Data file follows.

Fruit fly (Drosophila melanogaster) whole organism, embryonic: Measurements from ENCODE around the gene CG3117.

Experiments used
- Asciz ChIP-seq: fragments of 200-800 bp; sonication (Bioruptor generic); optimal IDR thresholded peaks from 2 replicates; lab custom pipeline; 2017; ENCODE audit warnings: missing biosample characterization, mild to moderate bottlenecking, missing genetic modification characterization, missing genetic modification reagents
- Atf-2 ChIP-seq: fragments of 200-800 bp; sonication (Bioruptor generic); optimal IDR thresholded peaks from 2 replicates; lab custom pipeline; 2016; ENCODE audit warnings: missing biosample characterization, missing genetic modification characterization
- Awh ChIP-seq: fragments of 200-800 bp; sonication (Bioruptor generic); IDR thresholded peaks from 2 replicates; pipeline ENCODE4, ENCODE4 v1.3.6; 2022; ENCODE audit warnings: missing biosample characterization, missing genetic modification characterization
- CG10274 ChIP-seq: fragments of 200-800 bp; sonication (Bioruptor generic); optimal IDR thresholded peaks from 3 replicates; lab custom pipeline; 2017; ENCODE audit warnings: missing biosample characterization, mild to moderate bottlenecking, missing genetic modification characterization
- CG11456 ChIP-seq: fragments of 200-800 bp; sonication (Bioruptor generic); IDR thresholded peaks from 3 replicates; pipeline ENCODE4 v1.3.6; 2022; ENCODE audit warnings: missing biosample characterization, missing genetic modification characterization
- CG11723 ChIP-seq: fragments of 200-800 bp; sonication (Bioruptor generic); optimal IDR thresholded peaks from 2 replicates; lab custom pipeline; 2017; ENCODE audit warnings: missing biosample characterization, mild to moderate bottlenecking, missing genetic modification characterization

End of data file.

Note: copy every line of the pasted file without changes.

Fruit fly (Drosophila melanogaster) whole organism, embryonic: Measurements from ENCODE around the gene CG3117.

Experiments used
- Asciz ChIP-seq: fragments of 200-800 bp; sonication (Bioruptor generic); optimal IDR thresholded peaks from 2 replicates; lab custom pipeline; 2017; ENCODE audit warnings: missing biosample characterization, mild to moderate bottlenecking, missing genetic modification characterization, missing genetic modification reagents
- Atf-2 ChIP-seq: fragments of 200-800 bp; sonication (Bioruptor generic); optimal IDR thresholded peaks from 2 replicates; lab custom pipeline; 2016; ENCODE audit warnings: missing biosample characterization, missing genetic modification characterization
- Awh ChIP-seq: fragments of 200-800 bp; sonication (Bioruptor generic); IDR thresholded peaks from 2 replicates; pipeline ENCODE4, ENCODE4 v1.3.6; 2022; ENCODE audit warnings: missing biosample characterization, missing genetic modification characterization
- CG10274 ChIP-seq: fragments of 200-800 bp; sonication (Bioruptor generic); optimal IDR thresholded peaks from 3 replicates; lab custom pipeline; 2017; ENCODE audit warnings: missing biosample characterization, mild to moderate bottlenecking, missing genetic modification characterization
- CG11456 ChIP-seq: fragments of 200-800 bp; sonication (Bioruptor generic); IDR thresholded peaks from 3 replicates; pipeline ENCODE4 v1.3.6; 2022; ENCODE audit warnings: missing biosample characterization, missing genetic modification characterization
- CG11723 ChIP-seq: fragments of 200-800 bp; sonication (Bioruptor generic); optimal IDR thresholded peaks from 2 replicates; lab custom pipeline; 2017; ENCODE audit warnings: missing biosample characterization, mild to moderate bottlenecking, missing genetic modification characterization